If it was an internship then I would have passed and followed-up on my PhD. Internships are great, but they are just this: internships. You do something loosely related to the announcement and then maybe you get an offer to be hired, or maybe not. There are plenty of internships.

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Do not assume that you have to choose between the two options.

First explore the ideal scenario, and only if that fails, consider choices.

Communicate with the company (not the HR, but with the employee who interviewed you / was interested in you / your research), and explain to them, that while you really want to do the internship and the position is exactly what you're looking for, it would be ideal if they could wait for X months for you to start it. Work with your professor to find some arguments about why it would be risky to your PhD to undertake the internship.

Best case scenario they will tell you that you can finish the PhD (or be close to it), and then get the internship.

Another possibility is that they will not be able to guarantee you the position after a X months (3-6 is a commonly accepted waiting time for a new employee joining), but still this does not mean that you will not be able to get the internship.

Depending on your field, it may be time critical to start as soon as possible, or it can not matter too much (they can wait a year). In addition keep in mind that internships are effectively free labor for the company, meaning that it's unlikely that they would not extend the same offer in the future (unless the team/department gets disbanded for some reason). Finally, when getting new employees or potential employees, what matters most is mindset/personality fit with the team, if you have that, it's likely they can wait.


If it turns out that you cannot get an extension to the offer, you can think of the following:

  1. How easy is it to get similar internships? Try to apply to some, or at least discuss it with other companies in the field. If the field is extremely niche, then it might be hard because there are too few companies, or easy because there are too few candidates. This will help you evaluate the opportunity cost.

  2. What is your end goal? If it's academia, focus on the PhD. If it's research/knowledge and working in the industry is a happy opportunity to do that, then you have options.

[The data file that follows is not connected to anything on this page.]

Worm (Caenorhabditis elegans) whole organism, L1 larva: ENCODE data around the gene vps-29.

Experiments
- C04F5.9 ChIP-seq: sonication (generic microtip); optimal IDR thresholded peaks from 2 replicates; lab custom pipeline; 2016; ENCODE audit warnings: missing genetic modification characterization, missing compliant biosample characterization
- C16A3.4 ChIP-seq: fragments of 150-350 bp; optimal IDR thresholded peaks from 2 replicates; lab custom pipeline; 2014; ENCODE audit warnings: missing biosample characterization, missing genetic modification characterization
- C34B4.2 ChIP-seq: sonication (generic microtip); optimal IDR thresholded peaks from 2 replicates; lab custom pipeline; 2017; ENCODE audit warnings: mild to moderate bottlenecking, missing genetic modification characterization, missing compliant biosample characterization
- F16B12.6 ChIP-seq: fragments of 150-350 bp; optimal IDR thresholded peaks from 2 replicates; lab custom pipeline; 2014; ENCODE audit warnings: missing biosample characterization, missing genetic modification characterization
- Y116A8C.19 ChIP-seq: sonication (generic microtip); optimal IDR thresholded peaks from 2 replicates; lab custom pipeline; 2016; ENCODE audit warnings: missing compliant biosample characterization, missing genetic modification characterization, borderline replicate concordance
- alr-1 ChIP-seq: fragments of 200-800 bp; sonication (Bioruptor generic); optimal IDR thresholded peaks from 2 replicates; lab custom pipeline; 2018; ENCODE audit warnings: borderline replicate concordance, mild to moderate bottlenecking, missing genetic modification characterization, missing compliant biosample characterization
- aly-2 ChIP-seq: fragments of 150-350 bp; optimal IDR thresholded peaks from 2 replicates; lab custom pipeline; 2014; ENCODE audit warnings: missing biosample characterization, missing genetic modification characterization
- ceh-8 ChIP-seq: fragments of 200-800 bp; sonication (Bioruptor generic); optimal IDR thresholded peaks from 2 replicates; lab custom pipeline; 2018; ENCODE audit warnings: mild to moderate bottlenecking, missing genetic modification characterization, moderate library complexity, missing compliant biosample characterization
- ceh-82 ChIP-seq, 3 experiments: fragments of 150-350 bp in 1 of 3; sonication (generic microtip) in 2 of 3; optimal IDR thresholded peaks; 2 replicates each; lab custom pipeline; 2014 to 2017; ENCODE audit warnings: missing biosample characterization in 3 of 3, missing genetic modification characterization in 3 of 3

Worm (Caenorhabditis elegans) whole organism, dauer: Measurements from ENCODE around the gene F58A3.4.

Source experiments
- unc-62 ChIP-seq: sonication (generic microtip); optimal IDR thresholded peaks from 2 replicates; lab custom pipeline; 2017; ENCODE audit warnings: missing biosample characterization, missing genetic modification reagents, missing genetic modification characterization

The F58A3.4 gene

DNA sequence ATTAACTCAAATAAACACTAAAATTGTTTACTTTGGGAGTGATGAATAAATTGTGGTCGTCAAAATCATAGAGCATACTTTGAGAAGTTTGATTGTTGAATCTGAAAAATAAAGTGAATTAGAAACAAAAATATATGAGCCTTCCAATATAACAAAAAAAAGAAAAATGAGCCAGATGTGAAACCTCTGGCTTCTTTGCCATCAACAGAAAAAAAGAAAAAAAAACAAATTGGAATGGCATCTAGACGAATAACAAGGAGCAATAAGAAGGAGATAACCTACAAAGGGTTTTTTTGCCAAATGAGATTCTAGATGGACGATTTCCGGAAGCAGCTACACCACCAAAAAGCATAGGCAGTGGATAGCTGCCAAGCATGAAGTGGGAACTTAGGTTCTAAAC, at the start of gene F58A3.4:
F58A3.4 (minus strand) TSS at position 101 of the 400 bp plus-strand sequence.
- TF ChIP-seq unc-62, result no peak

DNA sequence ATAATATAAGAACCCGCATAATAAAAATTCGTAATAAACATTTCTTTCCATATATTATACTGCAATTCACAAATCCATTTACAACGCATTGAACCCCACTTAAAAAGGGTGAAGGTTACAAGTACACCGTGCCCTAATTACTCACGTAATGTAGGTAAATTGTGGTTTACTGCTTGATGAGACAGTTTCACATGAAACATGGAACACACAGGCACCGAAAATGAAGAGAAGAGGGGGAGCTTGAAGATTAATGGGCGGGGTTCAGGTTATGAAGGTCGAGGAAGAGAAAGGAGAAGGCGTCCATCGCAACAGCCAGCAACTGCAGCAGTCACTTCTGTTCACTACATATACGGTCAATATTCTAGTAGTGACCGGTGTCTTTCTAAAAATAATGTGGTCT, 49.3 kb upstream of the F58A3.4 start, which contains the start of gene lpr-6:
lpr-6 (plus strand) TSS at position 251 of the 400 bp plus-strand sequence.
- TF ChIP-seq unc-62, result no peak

3. Taking the internship and not completing the PhD, is this an acceptable outcome?

  4. How easy is it to find a job in the field? Try to actually do a job search, contact people working in the industry (or use the network of your professor) or at the very least have a talk with a recruiter. If there is demand for people with your expertise, losing the internship is not a big deal, as a job is incomparably better than an internship.


Good luck, don't stress about it too much, but try to gather as much data as possible to make an educated decision, hindsight is 20-20.

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Taking a long year Internship, depends on many conditions. For example, currently an experience is offered to you while many people are spending money for COVID-19 situation. Other conditions are the relations with your current situation (the country (or place) that the offer has emerged, the relation of the career with your university, etc). Are these conditions i line with your current situation? For decision making you can vote each of these conditions in a list. Here the experience of others is more important than a spectral specification. Speeding in gathering information about the career is more important than every comment without experience from that career. However, having a way step by step is better than doing some special steps together at once, without quality. About decision making, if you are in PhD state, it seems you want to be in relation with universities than industry. Hence at first finishing the PhD step, then do other works.

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You have already invested the years to get your doctorate. Don't throw that away, because you'll need it.

While actually doing things in industry you will run into obstructive people. When managers don't know enough to make an informed decision they cover their butts by siding with the most formally qualified opinion. Being right won't help you when the referee doesn't understand the argument.

I took the other path a long time ago and learnt this the hard way.